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The rise of the good divorce

We’ve all read of the bitter fighting that is often associated with divorce litigation. Two spouses, backed by two pit bull divorce lawyers, throwing accusations at each other. Neither spouse willing to give an inch, both determined to win.

Divorce isn’t about winning.

A good and amicable divorce

There is a better way that has deservedly been getting national attention. Constance Ahrons, Ph.D., wrote a book titled, The Good Divorce: Keeping your family together when your marriage comes apart. In the book, she says, “A good divorce is one in which both the adults and children emerge at least as emotionally well as they were before the divorce. The basic foundation is that ex-spouses develop a parenting partnership, one that is sufficiently cooperative to permit the bonds of kinship—with and through their children—to continue.”

How do you make a good divorce?

The key to a good divorce is having the couple successfully negotiate a divorce agreement that results in both spouses—and their children—able and ready to adapt to their new lives. The negotiation takes place outside of the courtroom and resolves all economic issues, creating an economic blueprint for the family’s future. Property and debt division are decided. Child support and spousal maintenance are tackled. The mutual rights and responsibilities of each parent are affirmed in the agreement, leaving both parents believing they’ve reached an agreement they can live with.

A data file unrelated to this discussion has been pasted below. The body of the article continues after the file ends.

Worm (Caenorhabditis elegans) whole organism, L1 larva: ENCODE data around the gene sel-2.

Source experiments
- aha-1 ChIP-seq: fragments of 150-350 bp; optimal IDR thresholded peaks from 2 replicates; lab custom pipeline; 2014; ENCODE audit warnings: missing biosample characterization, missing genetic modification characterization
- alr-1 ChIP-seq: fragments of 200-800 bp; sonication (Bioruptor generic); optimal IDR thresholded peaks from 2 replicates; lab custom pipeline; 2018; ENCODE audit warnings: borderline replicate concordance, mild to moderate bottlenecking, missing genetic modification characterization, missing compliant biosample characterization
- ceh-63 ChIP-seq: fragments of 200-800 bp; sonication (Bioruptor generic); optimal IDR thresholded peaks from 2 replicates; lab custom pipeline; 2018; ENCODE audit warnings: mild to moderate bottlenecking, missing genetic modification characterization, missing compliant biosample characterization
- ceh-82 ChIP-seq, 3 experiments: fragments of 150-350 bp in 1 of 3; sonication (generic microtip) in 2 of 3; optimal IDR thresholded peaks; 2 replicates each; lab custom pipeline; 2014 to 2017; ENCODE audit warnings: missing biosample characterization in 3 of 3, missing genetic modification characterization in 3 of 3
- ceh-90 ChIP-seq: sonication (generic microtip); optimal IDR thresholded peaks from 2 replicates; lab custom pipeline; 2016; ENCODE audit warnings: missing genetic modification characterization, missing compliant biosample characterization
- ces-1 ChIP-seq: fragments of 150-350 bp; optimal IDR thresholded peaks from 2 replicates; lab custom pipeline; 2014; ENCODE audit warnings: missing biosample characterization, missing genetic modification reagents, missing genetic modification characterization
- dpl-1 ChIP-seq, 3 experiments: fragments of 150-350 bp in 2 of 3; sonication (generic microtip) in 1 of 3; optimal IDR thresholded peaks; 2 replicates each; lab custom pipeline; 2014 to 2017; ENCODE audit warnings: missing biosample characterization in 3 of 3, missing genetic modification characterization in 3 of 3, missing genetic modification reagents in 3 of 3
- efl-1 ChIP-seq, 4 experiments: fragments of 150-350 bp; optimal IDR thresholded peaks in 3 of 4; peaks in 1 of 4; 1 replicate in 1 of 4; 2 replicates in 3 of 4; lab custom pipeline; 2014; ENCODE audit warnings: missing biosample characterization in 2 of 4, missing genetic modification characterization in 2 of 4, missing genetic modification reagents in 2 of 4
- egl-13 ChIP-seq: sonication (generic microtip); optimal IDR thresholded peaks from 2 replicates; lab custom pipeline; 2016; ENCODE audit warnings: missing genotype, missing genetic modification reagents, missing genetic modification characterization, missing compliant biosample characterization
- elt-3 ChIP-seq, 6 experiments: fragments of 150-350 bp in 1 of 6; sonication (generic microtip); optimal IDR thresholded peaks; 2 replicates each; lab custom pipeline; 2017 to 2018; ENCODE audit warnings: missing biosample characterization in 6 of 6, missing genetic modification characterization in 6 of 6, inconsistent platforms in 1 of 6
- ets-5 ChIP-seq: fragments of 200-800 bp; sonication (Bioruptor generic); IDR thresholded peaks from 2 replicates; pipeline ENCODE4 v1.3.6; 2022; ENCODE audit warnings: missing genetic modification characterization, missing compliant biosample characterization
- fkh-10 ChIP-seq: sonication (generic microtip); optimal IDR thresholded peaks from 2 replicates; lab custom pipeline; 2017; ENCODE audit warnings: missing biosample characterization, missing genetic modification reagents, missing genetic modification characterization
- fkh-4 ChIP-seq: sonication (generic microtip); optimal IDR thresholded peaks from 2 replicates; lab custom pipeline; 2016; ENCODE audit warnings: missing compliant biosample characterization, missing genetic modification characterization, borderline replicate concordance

Characteristics of a good divorce

Couples that retain control of the process, rather than hand it over the court system, will often find more success. A good divorce typically entails:

  • A sense of economic fairness: Neither spouse feels like they were victimized by the process or the spouse. Both ultimately feel that the agreement was fair.
  • Improved communication: Often working with a mediator enhances the couple’s communication skills with each other. This leads to improved co-parenting.
  • Renewed trust: Trust is built with consistency. And seeing that the other spouse hasn’t demonized the other in the process, helps grow that trust.
  • Conflict resolution skills: The divorce mediation process demonstrates how to better handle conflict.
  • Emotional closure: Both spouses come out feeling that things are settled and any conflicts have been resolved. They are both ready for a new beginning.

A good divorce begins with consulting an attorney who believes that there is a better way. Finding an amicable path to a parenting partnership through mediation or collaborative law can take the fight out of divorce—and that’s better for everyone.

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